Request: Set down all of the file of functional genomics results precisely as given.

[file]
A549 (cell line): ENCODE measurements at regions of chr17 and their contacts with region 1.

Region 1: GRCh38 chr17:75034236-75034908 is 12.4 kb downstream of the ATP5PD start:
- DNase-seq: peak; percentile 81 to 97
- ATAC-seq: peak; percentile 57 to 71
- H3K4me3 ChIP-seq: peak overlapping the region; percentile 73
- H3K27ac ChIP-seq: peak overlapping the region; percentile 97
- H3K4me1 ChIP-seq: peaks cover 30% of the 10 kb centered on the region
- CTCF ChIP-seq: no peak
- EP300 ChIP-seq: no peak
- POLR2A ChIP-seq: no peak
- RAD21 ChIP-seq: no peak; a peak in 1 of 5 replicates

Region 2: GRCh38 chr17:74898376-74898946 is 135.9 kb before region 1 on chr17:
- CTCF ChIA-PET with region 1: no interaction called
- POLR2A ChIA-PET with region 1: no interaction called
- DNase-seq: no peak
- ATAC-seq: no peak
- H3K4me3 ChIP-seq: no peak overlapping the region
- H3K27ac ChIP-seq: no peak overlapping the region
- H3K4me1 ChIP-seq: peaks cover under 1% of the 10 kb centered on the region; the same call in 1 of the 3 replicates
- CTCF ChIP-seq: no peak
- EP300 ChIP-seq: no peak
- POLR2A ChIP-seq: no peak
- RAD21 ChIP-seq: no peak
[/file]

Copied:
A549 (cell line): ENCODE measurements at regions of chr17 and their contacts with region 1.

Region 1: GRCh38 chr17:75034236-75034908 is 12.4 kb downstream of the ATP5PD start:
- DNase-seq: peak; percentile 81 to 97
- ATAC-seq: peak; percentile 57 to 71
- H3K4me3 ChIP-seq: peak overlapping the region; percentile 73
- H3K27ac ChIP-seq: peak overlapping the region; percentile 97
- H3K4me1 ChIP-seq: peaks cover 30% of the 10 kb centered on the region
- CTCF ChIP-seq: no peak
- EP300 ChIP-seq: no peak
- POLR2A ChIP-seq: no peak
- RAD21 ChIP-seq: no peak; a peak in 1 of 5 replicates

Region 2: GRCh38 chr17:74898376-74898946 is 135.9 kb before region 1 on chr17:
- CTCF ChIA-PET with region 1: no interaction called
- POLR2A ChIA-PET with region 1: no interaction called
- DNase-seq: no peak
- ATAC-seq: no peak
- H3K4me3 ChIP-seq: no peak overlapping the region
- H3K27ac ChIP-seq: no peak overlapping the region
- H3K4me1 ChIP-seq: peaks cover under 1% of the 10 kb centered on the region; the same call in 1 of the 3 replicates
- CTCF ChIP-seq: no peak
- EP300 ChIP-seq: no peak
- POLR2A ChIP-seq: no peak
- RAD21 ChIP-seq: no peak